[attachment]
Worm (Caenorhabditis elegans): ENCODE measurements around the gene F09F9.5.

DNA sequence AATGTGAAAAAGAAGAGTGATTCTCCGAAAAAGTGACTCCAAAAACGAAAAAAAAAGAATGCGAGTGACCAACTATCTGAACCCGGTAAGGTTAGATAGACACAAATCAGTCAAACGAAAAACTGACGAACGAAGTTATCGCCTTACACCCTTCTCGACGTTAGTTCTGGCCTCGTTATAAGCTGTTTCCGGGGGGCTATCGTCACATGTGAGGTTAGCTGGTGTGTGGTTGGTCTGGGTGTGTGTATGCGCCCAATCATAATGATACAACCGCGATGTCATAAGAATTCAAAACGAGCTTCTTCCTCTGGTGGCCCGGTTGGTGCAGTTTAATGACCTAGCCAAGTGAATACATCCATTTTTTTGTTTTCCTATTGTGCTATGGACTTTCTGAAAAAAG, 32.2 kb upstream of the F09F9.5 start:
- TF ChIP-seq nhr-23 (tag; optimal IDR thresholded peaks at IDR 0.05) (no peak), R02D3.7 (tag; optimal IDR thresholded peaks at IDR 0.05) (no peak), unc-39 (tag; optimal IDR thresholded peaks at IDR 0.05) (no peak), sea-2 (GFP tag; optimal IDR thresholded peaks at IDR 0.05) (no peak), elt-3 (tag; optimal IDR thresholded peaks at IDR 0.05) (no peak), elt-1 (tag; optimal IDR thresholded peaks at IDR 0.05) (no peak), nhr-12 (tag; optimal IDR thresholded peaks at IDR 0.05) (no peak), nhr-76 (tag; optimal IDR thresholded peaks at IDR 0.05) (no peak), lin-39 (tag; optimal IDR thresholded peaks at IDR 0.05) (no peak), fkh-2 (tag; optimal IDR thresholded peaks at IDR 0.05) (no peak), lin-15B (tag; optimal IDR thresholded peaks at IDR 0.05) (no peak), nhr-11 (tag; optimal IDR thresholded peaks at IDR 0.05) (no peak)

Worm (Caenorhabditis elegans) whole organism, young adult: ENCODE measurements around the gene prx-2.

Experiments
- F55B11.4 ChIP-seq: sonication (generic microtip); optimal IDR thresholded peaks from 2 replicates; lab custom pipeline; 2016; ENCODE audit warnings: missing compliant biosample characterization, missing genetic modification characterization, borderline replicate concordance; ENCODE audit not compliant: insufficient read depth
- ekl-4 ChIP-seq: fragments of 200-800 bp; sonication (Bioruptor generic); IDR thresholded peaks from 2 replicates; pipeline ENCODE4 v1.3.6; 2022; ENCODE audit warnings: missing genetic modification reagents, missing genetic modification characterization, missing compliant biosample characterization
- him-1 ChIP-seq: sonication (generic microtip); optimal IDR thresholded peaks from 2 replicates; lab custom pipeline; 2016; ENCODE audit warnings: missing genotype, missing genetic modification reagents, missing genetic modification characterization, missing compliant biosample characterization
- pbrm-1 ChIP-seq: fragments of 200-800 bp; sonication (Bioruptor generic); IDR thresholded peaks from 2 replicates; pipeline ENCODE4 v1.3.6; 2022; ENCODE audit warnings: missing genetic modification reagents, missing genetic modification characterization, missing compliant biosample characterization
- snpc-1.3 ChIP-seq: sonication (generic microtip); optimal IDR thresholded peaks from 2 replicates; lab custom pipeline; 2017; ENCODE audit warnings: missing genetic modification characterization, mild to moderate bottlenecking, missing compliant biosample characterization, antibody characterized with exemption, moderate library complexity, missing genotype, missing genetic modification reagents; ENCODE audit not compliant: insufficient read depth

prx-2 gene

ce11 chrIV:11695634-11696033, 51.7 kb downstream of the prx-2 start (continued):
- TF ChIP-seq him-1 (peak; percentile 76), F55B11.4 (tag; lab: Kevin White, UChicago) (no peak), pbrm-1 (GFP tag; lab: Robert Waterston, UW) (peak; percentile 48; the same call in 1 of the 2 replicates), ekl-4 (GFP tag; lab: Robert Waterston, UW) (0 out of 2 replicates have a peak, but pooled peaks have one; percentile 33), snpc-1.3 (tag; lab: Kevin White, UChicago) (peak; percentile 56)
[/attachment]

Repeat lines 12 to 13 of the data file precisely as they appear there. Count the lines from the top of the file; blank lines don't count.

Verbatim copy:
ce11 chrIV:11695634-11696033, 51.7 kb downstream of the prx-2 start (continued):
- TF ChIP-seq him-1 (peak; percentile 76), F55B11.4 (tag; lab: Kevin White, UChicago) (no peak), pbrm-1 (GFP tag; lab: Robert Waterston, UW) (peak; percentile 48; the same call in 1 of the 2 replicates), ekl-4 (GFP tag; lab: Robert Waterston, UW) (0 out of 2 replicates have a peak, but pooled peaks have one; percentile 33), snpc-1.3 (tag; lab: Kevin White, UChicago) (peak; percentile 56)